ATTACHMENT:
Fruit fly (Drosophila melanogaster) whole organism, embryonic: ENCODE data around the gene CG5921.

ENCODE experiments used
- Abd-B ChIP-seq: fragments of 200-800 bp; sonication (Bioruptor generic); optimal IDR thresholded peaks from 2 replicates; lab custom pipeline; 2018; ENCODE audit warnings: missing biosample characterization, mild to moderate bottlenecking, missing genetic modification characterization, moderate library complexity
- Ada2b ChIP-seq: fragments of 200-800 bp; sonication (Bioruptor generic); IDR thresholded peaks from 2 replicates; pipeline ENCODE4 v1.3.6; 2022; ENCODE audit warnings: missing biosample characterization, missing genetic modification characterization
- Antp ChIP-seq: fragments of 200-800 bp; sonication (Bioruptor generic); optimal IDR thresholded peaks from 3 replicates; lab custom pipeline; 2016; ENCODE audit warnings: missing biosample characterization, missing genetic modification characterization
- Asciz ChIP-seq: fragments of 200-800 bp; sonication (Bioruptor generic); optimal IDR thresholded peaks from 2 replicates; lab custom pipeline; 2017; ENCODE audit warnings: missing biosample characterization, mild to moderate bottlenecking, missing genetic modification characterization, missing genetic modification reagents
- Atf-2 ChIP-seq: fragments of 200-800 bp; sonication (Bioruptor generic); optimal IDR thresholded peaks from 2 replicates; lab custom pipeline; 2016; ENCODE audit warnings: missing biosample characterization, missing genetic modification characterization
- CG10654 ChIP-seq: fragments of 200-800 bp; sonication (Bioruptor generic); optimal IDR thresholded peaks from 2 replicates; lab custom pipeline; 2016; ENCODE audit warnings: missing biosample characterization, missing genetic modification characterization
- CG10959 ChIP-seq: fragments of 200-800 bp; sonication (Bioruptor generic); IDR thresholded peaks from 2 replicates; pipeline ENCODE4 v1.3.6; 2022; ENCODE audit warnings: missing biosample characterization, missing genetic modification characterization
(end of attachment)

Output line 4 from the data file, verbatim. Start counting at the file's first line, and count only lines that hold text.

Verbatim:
- Ada2b ChIP-seq: fragments of 200-800 bp; sonication (Bioruptor generic); IDR thresholded peaks from 2 replicates; pipeline ENCODE4 v1.3.6; 2022; ENCODE audit warnings: missing biosample characterization, missing genetic modification characterization